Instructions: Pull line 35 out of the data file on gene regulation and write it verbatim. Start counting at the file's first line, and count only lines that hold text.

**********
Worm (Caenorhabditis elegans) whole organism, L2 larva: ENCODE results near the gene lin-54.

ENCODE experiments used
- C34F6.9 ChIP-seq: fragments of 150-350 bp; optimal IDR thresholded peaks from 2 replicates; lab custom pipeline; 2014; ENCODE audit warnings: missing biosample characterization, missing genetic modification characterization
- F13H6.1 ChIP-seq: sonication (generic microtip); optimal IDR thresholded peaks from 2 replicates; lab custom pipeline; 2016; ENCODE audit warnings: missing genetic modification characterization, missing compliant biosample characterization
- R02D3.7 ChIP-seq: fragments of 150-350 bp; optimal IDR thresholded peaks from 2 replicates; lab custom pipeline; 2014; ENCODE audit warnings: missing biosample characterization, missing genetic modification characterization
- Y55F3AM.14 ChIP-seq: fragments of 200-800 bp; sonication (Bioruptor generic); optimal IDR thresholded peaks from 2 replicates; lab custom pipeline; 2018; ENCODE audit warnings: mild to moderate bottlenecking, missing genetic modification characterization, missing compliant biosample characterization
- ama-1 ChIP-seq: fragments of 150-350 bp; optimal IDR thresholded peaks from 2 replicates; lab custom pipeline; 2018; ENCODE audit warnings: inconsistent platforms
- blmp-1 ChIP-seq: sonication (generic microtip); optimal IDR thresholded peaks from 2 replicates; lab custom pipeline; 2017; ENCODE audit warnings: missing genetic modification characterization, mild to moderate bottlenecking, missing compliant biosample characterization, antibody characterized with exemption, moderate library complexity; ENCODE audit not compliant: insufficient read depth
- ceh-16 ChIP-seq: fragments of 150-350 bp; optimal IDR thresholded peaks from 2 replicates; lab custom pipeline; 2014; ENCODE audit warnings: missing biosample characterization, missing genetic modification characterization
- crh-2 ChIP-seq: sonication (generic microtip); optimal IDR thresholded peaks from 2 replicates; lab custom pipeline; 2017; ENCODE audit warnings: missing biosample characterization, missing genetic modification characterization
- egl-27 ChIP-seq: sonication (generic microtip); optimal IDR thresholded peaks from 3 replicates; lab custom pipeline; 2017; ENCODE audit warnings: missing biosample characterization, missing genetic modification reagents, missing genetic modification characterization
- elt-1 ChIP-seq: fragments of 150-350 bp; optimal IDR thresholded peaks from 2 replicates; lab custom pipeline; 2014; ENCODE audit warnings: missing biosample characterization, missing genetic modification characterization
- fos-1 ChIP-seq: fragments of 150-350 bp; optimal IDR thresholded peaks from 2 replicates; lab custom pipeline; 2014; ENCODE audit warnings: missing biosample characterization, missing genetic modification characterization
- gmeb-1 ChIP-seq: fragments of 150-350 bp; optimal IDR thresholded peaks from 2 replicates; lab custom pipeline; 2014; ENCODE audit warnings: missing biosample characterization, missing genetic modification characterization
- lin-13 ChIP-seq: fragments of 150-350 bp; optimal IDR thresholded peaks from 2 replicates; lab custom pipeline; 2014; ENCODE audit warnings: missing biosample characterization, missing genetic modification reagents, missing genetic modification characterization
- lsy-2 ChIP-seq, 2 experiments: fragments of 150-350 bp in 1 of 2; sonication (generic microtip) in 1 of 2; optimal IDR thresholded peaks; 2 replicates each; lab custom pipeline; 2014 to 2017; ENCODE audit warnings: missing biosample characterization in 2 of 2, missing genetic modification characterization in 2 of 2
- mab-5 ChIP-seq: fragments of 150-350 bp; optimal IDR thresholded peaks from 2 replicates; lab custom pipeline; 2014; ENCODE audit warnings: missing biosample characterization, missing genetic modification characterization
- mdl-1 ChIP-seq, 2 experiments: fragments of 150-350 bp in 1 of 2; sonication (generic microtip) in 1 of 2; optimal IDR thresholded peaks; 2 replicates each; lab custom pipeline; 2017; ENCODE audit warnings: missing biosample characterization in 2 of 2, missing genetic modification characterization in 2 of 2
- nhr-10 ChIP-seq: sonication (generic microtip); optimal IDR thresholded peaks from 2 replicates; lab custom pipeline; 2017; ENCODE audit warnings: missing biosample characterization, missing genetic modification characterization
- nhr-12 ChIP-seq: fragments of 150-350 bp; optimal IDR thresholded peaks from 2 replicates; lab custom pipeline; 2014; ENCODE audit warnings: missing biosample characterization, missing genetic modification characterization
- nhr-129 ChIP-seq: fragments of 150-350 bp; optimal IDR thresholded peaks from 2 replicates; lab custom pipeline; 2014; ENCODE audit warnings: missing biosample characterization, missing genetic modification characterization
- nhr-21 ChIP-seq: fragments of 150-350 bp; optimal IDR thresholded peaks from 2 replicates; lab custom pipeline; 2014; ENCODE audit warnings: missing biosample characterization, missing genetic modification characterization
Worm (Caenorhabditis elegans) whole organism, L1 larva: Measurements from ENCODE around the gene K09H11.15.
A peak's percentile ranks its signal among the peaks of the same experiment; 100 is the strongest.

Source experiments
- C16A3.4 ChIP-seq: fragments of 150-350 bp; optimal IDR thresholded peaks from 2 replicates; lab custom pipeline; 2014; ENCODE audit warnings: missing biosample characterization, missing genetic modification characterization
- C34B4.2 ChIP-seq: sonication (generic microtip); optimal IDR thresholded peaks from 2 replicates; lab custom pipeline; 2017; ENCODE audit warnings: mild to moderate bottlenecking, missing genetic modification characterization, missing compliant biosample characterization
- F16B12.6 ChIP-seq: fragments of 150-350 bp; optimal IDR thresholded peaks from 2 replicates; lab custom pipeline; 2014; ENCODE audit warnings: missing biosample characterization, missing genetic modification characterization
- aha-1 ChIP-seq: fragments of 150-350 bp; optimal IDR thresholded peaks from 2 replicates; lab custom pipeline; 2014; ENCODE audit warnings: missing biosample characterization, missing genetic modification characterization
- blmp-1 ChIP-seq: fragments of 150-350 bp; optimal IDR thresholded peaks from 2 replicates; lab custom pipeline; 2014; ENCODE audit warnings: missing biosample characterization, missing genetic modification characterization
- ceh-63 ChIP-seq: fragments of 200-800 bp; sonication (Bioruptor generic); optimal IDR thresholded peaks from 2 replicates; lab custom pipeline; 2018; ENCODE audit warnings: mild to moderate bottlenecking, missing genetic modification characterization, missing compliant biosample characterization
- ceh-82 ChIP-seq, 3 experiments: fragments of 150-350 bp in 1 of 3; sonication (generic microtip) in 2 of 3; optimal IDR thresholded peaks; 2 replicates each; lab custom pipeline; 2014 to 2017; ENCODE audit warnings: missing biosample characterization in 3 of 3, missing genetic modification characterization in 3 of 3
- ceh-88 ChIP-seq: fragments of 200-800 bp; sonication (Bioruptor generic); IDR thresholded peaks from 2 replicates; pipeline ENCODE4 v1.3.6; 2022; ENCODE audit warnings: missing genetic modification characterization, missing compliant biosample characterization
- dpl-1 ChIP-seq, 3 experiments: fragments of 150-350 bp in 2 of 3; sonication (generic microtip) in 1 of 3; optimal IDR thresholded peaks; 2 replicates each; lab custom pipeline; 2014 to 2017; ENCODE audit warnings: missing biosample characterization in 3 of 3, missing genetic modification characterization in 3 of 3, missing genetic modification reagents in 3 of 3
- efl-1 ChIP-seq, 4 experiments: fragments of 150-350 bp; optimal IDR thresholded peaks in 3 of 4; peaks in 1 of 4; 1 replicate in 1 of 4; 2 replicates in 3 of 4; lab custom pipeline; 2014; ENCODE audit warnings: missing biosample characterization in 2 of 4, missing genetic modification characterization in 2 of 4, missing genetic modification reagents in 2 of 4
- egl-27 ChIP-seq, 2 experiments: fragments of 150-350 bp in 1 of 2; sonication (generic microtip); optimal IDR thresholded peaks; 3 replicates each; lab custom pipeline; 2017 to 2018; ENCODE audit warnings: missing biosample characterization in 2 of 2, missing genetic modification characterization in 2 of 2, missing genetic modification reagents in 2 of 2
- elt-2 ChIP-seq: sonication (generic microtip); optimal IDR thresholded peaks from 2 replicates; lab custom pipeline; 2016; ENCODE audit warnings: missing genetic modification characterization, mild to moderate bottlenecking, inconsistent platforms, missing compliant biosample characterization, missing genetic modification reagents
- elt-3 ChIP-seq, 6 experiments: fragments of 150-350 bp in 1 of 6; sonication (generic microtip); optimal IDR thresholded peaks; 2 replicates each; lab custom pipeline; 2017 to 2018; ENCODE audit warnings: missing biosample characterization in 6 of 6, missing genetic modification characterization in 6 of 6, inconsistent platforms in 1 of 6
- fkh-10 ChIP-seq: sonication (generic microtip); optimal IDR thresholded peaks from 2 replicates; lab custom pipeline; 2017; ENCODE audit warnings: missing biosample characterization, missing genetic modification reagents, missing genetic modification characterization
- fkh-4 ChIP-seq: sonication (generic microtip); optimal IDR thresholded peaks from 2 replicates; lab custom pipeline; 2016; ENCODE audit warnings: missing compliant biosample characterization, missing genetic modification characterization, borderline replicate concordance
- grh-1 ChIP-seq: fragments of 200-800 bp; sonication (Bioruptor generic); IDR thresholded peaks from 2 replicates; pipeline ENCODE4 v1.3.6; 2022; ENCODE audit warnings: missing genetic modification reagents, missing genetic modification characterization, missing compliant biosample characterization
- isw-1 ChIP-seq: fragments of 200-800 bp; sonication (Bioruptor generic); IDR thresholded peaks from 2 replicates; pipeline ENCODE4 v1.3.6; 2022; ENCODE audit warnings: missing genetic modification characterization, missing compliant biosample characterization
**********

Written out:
- efl-1 ChIP-seq, 4 experiments: fragments of 150-350 bp; optimal IDR thresholded peaks in 3 of 4; peaks in 1 of 4; 1 replicate in 1 of 4; 2 replicates in 3 of 4; lab custom pipeline; 2014; ENCODE audit warnings: missing biosample characterization in 2 of 4, missing genetic modification characterization in 2 of 4, missing genetic modification reagents in 2 of 4